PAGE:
The discussion of education spending in the state tends to be generalized and selective.
For example, Arizona's relatively low ranking among the states in per-pupil operating expenditures is widely cited. But the fact that Arizona ranks first in per-pupil school construction expenditures is virtually never mentioned.
Nor does this high rank in capital costs result from making up for years of neglect, as sometimes claimed. Even before Students FIRST, Arizona ranked seventh in per pupil capital spending.
Spenders want a simplistic discussion and debate: Are you for or against education?
But the state's school finance system is extraordinary complex, with lots of moving parts. Carefully and fully examined, several of those parts are in need of reform.
The school finance formula limits what school districts can spend, roughly based on the number of students they have. That substantially circumscribes local control of education. But it's necessary to achieve equalization, which, rightly or wrongly, is the principle that drives education finance in the state right now.
School districts can ask voters for permission to spend slightly above what the state spending limits provide. But there are a couple of areas in which school districts have authority to impose additional local property taxes without voter approval.
Unsurprisingly, school district expenditures in these areas are rapidly increasing. And the state shares in the cost through the homeowner rebate, which subsidizes 35 percent of residential school district property taxes.
In Monday's special session on this year's budget deficit, the Legislature took action to rein in one of these runaway expenses, so-called "excess utility costs."
This program was started in 1986 and allows school districts to directly levy additional property taxes to cover utility costs that supposedly grow more rapidly than budget capacity under the state spending limit.
Since the program started, expenses that school districts have claimed as "excess utility costs" have skyrocketed by more than 700 percent, despite moderate to declining utility rates.
Eliminating the program over nine years was part of the education sales tax plan approved by voters in 2000 - some fiscal discipline the business community insisted on in exchange for supporting the tax hike.
Instead of beginning to phase out such expenditures, however, school districts have continued to escalate them, by 34 percent just since the ballot measure passed.
Last year, the Legislature capped such expenditures, but school districts finagled a way around it. So in the special session, led by Senate President Ken Bennett, R-Prescott, a harder cap at last year's spending level was adopted.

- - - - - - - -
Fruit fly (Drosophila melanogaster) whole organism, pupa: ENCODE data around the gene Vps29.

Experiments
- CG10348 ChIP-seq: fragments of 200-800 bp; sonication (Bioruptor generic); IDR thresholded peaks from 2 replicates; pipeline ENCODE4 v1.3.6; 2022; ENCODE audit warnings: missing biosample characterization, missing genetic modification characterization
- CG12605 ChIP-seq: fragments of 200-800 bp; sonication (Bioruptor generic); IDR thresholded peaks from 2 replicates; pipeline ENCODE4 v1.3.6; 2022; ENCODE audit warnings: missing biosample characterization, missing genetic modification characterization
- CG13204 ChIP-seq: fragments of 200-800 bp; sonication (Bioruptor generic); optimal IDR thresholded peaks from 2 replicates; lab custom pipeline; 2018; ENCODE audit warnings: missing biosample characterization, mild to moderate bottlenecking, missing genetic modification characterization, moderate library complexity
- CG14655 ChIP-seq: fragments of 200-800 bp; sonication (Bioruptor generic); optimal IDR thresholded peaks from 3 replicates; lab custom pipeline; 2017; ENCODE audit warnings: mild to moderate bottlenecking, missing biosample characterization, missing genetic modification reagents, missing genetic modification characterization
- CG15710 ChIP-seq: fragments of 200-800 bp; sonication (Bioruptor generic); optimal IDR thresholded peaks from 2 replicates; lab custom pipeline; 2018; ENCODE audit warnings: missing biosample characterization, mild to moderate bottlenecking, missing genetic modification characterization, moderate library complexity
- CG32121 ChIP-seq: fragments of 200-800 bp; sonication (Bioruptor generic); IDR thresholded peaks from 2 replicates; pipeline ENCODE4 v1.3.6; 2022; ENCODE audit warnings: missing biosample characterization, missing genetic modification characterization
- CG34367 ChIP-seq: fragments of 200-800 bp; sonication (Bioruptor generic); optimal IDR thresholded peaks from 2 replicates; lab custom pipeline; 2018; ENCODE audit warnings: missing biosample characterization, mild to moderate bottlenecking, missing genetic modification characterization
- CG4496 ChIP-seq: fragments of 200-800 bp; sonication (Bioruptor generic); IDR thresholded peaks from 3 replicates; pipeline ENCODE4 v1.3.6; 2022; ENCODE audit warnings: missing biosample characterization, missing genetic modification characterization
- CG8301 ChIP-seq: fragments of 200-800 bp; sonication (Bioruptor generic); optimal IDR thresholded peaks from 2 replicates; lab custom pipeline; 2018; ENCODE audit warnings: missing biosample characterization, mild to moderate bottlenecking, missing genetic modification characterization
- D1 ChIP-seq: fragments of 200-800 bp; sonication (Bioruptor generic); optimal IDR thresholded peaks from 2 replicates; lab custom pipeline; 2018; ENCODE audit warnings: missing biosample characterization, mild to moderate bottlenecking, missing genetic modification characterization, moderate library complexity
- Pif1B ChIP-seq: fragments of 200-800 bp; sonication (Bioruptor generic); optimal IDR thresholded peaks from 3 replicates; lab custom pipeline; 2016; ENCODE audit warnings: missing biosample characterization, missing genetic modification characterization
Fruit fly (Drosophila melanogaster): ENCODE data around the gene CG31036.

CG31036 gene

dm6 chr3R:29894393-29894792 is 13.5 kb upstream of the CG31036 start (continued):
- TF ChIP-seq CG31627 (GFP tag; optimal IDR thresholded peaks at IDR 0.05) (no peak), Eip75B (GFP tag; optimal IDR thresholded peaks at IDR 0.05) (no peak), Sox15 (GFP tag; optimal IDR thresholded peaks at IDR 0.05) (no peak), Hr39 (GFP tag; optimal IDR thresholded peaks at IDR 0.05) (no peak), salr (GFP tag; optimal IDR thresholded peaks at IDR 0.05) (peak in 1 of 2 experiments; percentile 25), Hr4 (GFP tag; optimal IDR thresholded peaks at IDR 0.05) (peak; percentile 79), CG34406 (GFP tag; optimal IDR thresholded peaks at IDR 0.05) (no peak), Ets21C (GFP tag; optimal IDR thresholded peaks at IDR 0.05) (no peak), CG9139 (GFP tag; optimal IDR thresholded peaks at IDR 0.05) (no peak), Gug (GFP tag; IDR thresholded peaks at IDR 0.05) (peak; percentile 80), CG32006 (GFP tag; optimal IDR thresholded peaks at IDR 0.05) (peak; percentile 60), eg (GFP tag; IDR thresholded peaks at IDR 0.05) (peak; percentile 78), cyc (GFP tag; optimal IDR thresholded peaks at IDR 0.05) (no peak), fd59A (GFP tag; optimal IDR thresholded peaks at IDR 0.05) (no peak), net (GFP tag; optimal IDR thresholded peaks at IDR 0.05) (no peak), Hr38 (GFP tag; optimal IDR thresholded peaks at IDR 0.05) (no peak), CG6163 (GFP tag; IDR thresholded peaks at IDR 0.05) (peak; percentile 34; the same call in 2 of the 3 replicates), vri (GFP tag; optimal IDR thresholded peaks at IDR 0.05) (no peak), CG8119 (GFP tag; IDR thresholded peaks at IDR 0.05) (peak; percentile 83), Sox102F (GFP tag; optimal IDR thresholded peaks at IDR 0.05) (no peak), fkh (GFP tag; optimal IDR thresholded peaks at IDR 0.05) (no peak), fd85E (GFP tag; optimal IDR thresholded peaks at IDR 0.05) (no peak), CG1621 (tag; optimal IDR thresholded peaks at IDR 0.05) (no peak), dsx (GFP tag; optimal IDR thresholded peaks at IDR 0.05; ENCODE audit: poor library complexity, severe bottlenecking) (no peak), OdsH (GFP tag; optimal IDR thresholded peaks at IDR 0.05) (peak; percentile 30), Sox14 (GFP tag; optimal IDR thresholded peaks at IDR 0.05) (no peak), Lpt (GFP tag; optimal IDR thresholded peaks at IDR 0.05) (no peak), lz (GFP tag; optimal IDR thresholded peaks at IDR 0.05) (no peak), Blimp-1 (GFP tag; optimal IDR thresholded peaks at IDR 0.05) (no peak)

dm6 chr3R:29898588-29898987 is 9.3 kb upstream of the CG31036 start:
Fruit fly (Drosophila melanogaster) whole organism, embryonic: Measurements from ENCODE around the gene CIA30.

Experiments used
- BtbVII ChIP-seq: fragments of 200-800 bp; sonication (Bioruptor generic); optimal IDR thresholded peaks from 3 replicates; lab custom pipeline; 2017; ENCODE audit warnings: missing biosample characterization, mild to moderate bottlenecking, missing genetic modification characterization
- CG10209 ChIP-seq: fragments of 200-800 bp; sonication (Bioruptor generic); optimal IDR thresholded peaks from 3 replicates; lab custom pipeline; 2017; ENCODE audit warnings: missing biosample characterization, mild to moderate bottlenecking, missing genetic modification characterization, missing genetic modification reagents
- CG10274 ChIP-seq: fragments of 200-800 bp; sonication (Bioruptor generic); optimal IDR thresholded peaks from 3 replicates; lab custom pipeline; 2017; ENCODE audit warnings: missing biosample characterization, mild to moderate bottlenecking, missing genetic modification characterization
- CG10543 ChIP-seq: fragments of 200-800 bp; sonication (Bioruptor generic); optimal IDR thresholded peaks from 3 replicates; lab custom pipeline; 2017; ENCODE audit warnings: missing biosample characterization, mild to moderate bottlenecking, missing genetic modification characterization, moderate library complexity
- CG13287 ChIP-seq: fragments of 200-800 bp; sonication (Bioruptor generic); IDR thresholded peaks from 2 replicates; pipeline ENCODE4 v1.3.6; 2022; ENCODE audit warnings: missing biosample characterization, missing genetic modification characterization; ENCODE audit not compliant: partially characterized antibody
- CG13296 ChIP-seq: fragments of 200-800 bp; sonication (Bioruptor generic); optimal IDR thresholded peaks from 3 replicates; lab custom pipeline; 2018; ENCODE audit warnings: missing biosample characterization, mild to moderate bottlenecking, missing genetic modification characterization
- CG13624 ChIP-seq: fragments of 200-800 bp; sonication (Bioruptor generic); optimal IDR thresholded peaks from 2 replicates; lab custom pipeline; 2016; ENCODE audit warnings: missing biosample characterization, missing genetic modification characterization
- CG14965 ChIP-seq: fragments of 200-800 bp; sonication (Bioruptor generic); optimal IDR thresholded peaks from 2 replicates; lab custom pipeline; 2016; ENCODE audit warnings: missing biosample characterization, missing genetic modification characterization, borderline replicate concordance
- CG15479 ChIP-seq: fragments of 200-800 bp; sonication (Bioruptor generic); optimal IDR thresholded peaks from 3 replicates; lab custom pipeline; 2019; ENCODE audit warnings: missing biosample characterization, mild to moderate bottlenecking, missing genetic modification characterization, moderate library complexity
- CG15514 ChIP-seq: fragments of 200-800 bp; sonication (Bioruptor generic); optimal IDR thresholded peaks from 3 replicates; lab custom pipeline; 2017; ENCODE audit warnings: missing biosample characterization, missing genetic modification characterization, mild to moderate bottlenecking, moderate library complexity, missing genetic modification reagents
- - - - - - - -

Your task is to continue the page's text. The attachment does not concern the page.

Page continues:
A politically more delicate example is desegregation expenses. School districts can also levy additional property taxes without voter approval to comply with a desegregation court order or a civil rights agreement with the federal government.
In 1984, there was only one school district in the state under a desegregation order. Although Jim Crow hasn't exactly been on the march in Arizona schools since, there are now 19.
Only one of the additional 18 came through the hard work of filing and winning a lawsuit. The rest are agreements reached with the civil rights office of the federal Department of Education, something districts are quite willing to do since it gives them unlimited access to local property taxes.
Spending has grown more than 2,000 percent without schools becoming any more integrated. This has contributed to another unremarked phenomenon in Arizona education finance. Most of our inner-city schools already spend considerably more than the state average. In fact, most already spend at or above the national average.
Reform measures (HB 2357 and HB 2358) have passed the House, championed by Republican Steve Huffman from Tucson, where the abuses have been the greatest. These cap such expenditures, limit what they can be spent on, require voter approval for future desegregation program levies, and eliminate the state subsidy. The legislative leadership budget would also eliminate the state subsidy.
Legislators are more willing to brave the political flak from reining in such programs because of their impact on the anemic state budget. Encouragingly, Gov. Janet Napolitano has said she won't veto the cap on excess utility costs passed in the special session.
Perhaps there will be an opportunity for a fuller and more sensible discussion of education spending after all.